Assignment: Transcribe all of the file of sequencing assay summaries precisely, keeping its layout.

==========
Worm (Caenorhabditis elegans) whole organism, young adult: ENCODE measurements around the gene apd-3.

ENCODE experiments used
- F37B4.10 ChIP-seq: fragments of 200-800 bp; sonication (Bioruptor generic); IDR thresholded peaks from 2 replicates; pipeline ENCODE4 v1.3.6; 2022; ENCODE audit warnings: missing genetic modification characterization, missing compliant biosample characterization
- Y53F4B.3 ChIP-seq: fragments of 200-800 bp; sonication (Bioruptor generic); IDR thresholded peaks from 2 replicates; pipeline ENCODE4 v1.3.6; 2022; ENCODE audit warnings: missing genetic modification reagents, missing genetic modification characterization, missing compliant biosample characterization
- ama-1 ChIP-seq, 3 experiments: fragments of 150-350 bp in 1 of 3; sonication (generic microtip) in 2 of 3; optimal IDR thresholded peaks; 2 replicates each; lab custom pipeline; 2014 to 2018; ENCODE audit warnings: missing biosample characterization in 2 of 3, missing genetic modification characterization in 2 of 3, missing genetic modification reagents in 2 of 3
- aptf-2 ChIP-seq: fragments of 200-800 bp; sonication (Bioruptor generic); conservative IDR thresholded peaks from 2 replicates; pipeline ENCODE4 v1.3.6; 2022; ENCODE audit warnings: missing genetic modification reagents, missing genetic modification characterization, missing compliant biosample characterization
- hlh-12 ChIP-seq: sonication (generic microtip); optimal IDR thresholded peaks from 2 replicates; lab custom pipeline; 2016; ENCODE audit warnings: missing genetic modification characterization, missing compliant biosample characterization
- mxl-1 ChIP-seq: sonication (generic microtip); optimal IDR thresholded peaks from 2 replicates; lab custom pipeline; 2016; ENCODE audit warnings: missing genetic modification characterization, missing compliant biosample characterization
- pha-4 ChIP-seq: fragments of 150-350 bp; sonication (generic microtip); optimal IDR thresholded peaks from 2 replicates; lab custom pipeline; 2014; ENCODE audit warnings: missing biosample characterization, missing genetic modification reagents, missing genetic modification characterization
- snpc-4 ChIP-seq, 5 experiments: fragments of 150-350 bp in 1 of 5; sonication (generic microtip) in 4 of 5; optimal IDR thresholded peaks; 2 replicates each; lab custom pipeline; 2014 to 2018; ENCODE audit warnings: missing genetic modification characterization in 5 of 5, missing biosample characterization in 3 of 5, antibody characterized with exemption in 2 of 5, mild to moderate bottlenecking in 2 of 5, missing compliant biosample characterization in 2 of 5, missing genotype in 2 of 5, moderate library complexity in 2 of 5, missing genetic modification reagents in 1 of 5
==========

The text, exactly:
Worm (Caenorhabditis elegans) whole organism, young adult: ENCODE measurements around the gene apd-3.

ENCODE experiments used
- F37B4.10 ChIP-seq: fragments of 200-800 bp; sonication (Bioruptor generic); IDR thresholded peaks from 2 replicates; pipeline ENCODE4 v1.3.6; 2022; ENCODE audit warnings: missing genetic modification characterization, missing compliant biosample characterization
- Y53F4B.3 ChIP-seq: fragments of 200-800 bp; sonication (Bioruptor generic); IDR thresholded peaks from 2 replicates; pipeline ENCODE4 v1.3.6; 2022; ENCODE audit warnings: missing genetic modification reagents, missing genetic modification characterization, missing compliant biosample characterization
- ama-1 ChIP-seq, 3 experiments: fragments of 150-350 bp in 1 of 3; sonication (generic microtip) in 2 of 3; optimal IDR thresholded peaks; 2 replicates each; lab custom pipeline; 2014 to 2018; ENCODE audit warnings: missing biosample characterization in 2 of 3, missing genetic modification characterization in 2 of 3, missing genetic modification reagents in 2 of 3
- aptf-2 ChIP-seq: fragments of 200-800 bp; sonication (Bioruptor generic); conservative IDR thresholded peaks from 2 replicates; pipeline ENCODE4 v1.3.6; 2022; ENCODE audit warnings: missing genetic modification reagents, missing genetic modification characterization, missing compliant biosample characterization
- hlh-12 ChIP-seq: sonication (generic microtip); optimal IDR thresholded peaks from 2 replicates; lab custom pipeline; 2016; ENCODE audit warnings: missing genetic modification characterization, missing compliant biosample characterization
- mxl-1 ChIP-seq: sonication (generic microtip); optimal IDR thresholded peaks from 2 replicates; lab custom pipeline; 2016; ENCODE audit warnings: missing genetic modification characterization, missing compliant biosample characterization
- pha-4 ChIP-seq: fragments of 150-350 bp; sonication (generic microtip); optimal IDR thresholded peaks from 2 replicates; lab custom pipeline; 2014; ENCODE audit warnings: missing biosample characterization, missing genetic modification reagents, missing genetic modification characterization
- snpc-4 ChIP-seq, 5 experiments: fragments of 150-350 bp in 1 of 5; sonication (generic microtip) in 4 of 5; optimal IDR thresholded peaks; 2 replicates each; lab custom pipeline; 2014 to 2018; ENCODE audit warnings: missing genetic modification characterization in 5 of 5, missing biosample characterization in 3 of 5, antibody characterized with exemption in 2 of 5, mild to moderate bottlenecking in 2 of 5, missing compliant biosample characterization in 2 of 5, missing genotype in 2 of 5, moderate library complexity in 2 of 5, missing genetic modification reagents in 1 of 5